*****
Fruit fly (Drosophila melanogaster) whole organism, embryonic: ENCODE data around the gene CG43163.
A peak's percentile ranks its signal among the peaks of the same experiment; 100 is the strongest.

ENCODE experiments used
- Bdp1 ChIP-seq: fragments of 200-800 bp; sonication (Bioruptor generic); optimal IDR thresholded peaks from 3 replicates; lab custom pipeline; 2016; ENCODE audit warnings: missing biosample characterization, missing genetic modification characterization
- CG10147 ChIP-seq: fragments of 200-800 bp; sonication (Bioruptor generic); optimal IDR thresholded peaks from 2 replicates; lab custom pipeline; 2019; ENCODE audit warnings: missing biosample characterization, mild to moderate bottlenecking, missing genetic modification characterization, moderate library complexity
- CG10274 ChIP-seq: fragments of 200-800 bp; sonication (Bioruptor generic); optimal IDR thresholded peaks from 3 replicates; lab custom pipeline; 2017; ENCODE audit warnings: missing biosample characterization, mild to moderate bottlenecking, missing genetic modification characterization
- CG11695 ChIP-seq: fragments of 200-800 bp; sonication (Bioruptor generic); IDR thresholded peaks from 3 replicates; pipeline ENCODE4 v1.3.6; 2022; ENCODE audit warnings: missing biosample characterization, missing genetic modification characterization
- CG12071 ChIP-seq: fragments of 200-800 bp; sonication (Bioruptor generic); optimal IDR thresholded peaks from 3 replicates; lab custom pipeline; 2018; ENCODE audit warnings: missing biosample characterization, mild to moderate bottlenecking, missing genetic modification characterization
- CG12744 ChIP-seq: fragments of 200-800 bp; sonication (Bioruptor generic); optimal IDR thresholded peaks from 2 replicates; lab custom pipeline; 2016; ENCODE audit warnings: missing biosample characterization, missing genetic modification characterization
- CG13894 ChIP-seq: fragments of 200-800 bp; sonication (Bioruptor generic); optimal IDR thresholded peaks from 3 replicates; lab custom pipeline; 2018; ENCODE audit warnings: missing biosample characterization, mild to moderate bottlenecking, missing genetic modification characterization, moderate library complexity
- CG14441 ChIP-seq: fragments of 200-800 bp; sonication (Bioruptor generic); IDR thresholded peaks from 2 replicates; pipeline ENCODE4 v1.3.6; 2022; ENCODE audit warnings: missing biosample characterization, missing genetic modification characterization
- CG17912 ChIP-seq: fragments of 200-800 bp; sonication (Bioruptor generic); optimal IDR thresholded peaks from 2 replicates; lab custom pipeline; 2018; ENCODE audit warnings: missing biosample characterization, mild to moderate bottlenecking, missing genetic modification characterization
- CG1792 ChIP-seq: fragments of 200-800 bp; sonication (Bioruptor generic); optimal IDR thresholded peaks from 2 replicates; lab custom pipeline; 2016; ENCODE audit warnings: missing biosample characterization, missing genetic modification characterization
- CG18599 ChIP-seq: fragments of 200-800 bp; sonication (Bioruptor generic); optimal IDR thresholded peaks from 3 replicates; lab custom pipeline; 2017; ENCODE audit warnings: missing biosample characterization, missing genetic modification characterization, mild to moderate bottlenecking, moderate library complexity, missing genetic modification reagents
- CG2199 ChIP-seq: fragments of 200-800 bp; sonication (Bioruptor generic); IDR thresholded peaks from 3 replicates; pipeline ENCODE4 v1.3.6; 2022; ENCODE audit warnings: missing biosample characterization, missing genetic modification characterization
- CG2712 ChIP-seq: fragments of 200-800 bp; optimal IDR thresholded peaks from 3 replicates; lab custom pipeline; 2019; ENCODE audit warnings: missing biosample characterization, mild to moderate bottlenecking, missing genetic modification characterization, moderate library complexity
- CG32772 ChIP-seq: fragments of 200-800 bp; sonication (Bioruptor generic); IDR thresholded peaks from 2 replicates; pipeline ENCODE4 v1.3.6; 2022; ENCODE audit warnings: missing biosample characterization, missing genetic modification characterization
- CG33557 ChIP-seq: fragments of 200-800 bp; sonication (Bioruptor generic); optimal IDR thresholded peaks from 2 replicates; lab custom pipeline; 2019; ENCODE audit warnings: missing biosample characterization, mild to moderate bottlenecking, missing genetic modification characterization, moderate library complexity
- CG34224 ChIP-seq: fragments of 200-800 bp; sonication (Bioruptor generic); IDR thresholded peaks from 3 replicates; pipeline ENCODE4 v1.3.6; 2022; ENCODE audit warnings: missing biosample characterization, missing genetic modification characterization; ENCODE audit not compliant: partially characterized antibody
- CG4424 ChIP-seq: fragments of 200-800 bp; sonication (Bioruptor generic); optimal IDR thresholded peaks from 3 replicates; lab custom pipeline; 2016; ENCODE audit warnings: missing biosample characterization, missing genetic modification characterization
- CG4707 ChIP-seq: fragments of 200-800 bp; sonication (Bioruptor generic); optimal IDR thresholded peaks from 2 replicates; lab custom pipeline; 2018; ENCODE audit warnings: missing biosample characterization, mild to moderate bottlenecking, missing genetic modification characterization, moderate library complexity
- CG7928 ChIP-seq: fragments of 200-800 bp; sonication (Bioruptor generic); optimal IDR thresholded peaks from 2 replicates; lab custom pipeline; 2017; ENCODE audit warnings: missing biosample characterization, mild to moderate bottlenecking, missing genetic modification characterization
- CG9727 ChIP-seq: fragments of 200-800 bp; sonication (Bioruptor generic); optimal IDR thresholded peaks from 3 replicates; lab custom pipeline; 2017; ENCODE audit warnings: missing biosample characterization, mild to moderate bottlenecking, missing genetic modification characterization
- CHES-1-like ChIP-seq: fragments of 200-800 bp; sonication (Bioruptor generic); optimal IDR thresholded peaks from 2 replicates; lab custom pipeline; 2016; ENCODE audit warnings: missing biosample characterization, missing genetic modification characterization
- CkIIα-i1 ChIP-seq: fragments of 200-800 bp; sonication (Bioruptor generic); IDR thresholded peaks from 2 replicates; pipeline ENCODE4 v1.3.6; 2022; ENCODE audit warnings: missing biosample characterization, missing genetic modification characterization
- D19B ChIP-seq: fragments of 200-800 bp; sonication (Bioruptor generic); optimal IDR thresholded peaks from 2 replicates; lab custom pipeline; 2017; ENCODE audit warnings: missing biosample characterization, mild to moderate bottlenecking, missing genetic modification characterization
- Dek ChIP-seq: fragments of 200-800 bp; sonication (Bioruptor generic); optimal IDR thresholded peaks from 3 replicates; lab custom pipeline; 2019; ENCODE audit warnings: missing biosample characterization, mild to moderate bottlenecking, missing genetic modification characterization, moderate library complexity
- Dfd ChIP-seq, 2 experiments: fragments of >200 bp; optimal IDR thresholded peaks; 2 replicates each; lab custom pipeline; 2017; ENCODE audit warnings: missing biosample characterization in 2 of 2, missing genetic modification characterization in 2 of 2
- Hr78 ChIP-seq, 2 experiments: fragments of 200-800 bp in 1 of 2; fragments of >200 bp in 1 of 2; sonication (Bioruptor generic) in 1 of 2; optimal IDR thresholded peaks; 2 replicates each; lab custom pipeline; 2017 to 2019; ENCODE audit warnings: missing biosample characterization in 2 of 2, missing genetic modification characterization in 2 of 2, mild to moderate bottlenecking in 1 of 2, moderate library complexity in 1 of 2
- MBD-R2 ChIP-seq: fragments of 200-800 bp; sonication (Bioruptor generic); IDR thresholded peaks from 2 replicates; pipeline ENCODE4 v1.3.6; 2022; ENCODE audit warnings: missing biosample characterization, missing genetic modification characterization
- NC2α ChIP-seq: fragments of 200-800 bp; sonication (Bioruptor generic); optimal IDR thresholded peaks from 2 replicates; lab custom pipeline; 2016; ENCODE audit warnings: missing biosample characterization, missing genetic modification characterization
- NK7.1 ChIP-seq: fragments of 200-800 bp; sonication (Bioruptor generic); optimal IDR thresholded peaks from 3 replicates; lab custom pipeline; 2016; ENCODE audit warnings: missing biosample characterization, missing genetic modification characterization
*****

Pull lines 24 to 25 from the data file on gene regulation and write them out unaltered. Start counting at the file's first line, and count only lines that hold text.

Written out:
- CHES-1-like ChIP-seq: fragments of 200-800 bp; sonication (Bioruptor generic); optimal IDR thresholded peaks from 2 replicates; lab custom pipeline; 2016; ENCODE audit warnings: missing biosample characterization, missing genetic modification characterization
- CkIIα-i1 ChIP-seq: fragments of 200-800 bp; sonication (Bioruptor generic); IDR thresholded peaks from 2 replicates; pipeline ENCODE4 v1.3.6; 2022; ENCODE audit warnings: missing biosample characterization, missing genetic modification characterization